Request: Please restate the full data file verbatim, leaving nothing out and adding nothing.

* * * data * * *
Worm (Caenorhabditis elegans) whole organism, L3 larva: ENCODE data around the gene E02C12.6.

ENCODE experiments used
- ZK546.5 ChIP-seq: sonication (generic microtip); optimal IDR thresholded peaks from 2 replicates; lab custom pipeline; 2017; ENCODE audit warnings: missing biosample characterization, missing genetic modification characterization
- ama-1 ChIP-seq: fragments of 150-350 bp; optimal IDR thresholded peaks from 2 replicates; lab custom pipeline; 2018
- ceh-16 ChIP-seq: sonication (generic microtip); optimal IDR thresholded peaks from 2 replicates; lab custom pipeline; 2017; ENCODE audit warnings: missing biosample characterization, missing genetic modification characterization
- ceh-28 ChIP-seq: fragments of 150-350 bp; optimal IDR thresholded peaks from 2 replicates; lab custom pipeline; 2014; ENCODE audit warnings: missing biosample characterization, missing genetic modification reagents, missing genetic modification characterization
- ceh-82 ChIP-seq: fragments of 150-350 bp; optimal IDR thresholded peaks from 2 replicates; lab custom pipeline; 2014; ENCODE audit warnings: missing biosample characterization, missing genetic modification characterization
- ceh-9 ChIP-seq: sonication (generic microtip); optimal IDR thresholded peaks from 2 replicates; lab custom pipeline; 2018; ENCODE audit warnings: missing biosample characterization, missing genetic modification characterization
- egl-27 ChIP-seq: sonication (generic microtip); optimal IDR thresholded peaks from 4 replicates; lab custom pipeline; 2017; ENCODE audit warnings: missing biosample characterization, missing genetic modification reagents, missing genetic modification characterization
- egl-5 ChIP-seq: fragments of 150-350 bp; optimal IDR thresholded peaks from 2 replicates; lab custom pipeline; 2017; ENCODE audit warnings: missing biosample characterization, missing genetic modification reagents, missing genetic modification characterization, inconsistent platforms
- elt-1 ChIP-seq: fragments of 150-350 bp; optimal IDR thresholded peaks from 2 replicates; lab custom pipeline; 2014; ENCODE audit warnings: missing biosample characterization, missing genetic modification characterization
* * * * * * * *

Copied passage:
Worm (Caenorhabditis elegans) whole organism, L3 larva: ENCODE data around the gene E02C12.6.

ENCODE experiments used
- ZK546.5 ChIP-seq: sonication (generic microtip); optimal IDR thresholded peaks from 2 replicates; lab custom pipeline; 2017; ENCODE audit warnings: missing biosample characterization, missing genetic modification characterization
- ama-1 ChIP-seq: fragments of 150-350 bp; optimal IDR thresholded peaks from 2 replicates; lab custom pipeline; 2018
- ceh-16 ChIP-seq: sonication (generic microtip); optimal IDR thresholded peaks from 2 replicates; lab custom pipeline; 2017; ENCODE audit warnings: missing biosample characterization, missing genetic modification characterization
- ceh-28 ChIP-seq: fragments of 150-350 bp; optimal IDR thresholded peaks from 2 replicates; lab custom pipeline; 2014; ENCODE audit warnings: missing biosample characterization, missing genetic modification reagents, missing genetic modification characterization
- ceh-82 ChIP-seq: fragments of 150-350 bp; optimal IDR thresholded peaks from 2 replicates; lab custom pipeline; 2014; ENCODE audit warnings: missing biosample characterization, missing genetic modification characterization
- ceh-9 ChIP-seq: sonication (generic microtip); optimal IDR thresholded peaks from 2 replicates; lab custom pipeline; 2018; ENCODE audit warnings: missing biosample characterization, missing genetic modification characterization
- egl-27 ChIP-seq: sonication (generic microtip); optimal IDR thresholded peaks from 4 replicates; lab custom pipeline; 2017; ENCODE audit warnings: missing biosample characterization, missing genetic modification reagents, missing genetic modification characterization
- egl-5 ChIP-seq: fragments of 150-350 bp; optimal IDR thresholded peaks from 2 replicates; lab custom pipeline; 2017; ENCODE audit warnings: missing biosample characterization, missing genetic modification reagents, missing genetic modification characterization, inconsistent platforms
- elt-1 ChIP-seq: fragments of 150-350 bp; optimal IDR thresholded peaks from 2 replicates; lab custom pipeline; 2014; ENCODE audit warnings: missing biosample characterization, missing genetic modification characterization